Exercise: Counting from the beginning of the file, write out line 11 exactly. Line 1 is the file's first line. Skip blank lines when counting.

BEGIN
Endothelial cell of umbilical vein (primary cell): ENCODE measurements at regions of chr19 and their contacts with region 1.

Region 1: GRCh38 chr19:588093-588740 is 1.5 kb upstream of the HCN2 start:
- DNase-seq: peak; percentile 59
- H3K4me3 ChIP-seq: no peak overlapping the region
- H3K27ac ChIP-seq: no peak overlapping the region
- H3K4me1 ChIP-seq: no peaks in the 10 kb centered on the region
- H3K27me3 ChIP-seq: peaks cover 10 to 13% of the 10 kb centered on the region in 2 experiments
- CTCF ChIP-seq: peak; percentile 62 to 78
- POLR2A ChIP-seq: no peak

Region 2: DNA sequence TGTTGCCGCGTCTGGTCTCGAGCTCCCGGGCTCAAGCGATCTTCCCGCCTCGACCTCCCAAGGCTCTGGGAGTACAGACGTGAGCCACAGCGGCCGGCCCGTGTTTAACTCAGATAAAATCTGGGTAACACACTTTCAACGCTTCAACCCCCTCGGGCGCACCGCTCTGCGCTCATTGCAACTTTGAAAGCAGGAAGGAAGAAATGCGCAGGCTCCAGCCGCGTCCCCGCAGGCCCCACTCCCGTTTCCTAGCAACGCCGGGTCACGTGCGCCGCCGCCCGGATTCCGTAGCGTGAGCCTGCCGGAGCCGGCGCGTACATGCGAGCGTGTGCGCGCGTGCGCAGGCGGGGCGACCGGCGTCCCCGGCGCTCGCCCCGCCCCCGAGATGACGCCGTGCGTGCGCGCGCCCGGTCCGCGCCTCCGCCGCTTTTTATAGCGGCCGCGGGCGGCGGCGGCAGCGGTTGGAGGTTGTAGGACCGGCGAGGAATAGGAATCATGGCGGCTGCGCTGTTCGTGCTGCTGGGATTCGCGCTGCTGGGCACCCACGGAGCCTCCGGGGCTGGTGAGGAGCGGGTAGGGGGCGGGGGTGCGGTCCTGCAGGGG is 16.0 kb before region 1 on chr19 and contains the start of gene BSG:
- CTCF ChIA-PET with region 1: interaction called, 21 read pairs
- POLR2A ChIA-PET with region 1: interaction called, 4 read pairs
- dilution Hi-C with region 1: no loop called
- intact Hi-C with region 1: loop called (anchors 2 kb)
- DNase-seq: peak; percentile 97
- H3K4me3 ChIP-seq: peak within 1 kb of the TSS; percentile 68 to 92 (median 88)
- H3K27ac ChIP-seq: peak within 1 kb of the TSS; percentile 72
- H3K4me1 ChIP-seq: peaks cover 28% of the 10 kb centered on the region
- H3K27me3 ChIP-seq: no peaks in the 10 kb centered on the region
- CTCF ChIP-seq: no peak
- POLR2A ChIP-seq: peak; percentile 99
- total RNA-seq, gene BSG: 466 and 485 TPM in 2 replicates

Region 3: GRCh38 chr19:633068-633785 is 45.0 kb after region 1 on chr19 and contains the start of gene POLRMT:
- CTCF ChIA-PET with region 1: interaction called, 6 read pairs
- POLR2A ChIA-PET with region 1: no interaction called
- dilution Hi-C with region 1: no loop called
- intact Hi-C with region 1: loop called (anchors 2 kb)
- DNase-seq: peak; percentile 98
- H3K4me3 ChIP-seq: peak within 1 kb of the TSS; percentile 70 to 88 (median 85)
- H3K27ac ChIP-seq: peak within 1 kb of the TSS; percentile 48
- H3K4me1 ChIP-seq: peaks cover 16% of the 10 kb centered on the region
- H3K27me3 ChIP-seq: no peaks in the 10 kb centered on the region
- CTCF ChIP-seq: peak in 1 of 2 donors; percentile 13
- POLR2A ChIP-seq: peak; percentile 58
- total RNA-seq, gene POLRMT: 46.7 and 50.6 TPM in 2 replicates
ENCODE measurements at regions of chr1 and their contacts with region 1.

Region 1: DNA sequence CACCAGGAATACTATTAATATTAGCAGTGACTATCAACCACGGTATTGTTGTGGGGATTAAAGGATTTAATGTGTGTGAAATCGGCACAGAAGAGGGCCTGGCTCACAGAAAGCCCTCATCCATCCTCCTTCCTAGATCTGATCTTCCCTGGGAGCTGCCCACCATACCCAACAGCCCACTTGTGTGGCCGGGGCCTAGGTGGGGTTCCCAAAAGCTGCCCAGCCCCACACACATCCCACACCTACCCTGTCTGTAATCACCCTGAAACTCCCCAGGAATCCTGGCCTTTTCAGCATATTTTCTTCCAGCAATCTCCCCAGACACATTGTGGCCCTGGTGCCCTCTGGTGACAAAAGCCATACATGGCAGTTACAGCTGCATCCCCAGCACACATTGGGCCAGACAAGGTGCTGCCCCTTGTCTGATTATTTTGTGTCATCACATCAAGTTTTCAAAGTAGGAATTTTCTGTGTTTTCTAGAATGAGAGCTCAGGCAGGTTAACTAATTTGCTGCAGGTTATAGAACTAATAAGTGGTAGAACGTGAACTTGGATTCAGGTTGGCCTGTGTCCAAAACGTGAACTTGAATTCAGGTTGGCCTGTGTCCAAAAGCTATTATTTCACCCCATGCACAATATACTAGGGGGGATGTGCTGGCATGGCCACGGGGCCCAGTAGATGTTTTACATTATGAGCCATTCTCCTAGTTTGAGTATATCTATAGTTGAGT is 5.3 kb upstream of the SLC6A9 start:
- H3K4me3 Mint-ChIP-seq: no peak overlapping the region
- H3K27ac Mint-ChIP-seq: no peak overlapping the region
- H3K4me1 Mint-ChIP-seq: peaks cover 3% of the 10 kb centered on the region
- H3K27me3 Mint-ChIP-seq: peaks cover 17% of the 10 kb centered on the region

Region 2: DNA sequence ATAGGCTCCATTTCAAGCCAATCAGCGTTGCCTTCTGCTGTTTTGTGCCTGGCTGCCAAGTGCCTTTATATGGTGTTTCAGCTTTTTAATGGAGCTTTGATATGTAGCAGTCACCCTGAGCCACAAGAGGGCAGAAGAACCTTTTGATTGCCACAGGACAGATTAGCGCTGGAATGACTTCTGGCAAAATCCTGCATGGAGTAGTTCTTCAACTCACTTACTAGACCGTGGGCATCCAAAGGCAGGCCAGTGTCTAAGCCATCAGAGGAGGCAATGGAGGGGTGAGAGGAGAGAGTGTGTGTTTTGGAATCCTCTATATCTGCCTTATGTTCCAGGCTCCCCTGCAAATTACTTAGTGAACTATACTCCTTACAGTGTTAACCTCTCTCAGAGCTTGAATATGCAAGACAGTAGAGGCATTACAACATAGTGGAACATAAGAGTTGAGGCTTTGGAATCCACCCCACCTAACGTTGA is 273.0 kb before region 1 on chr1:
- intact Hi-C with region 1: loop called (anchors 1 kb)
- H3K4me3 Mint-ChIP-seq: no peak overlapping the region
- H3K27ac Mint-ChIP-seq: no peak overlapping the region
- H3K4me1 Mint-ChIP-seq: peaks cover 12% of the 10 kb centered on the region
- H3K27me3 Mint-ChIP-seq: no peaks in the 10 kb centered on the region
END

- CTCF ChIA-PET with region 1: interaction called, 21 read pairs